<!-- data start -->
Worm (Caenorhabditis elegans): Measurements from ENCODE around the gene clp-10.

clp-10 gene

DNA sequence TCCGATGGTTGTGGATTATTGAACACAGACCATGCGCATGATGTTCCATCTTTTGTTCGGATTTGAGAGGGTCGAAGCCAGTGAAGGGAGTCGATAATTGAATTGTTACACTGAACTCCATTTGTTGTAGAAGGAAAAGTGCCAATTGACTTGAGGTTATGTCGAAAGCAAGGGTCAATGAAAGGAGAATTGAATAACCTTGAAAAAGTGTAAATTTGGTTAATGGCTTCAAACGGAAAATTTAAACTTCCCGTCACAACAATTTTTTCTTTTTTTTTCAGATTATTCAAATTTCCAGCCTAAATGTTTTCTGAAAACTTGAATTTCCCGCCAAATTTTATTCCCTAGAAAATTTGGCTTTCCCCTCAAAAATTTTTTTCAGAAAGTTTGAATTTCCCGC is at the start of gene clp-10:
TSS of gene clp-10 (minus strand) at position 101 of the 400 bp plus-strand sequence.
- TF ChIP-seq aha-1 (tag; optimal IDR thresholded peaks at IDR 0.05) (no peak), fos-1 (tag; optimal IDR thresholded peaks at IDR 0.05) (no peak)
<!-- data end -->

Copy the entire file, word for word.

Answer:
Worm (Caenorhabditis elegans): Measurements from ENCODE around the gene clp-10.

clp-10 gene

DNA sequence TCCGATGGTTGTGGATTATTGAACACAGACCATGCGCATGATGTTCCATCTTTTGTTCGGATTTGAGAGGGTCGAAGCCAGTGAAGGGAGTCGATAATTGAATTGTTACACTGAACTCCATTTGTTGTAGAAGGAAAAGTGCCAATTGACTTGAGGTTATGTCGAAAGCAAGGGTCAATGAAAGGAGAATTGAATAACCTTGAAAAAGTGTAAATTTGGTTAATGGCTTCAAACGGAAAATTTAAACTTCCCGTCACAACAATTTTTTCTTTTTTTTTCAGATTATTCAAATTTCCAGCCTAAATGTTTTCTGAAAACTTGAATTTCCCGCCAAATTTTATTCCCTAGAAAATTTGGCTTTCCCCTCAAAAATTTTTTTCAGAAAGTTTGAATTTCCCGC is at the start of gene clp-10:
TSS of gene clp-10 (minus strand) at position 101 of the 400 bp plus-strand sequence.
- TF ChIP-seq aha-1 (tag; optimal IDR thresholded peaks at IDR 0.05) (no peak), fos-1 (tag; optimal IDR thresholded peaks at IDR 0.05) (no peak)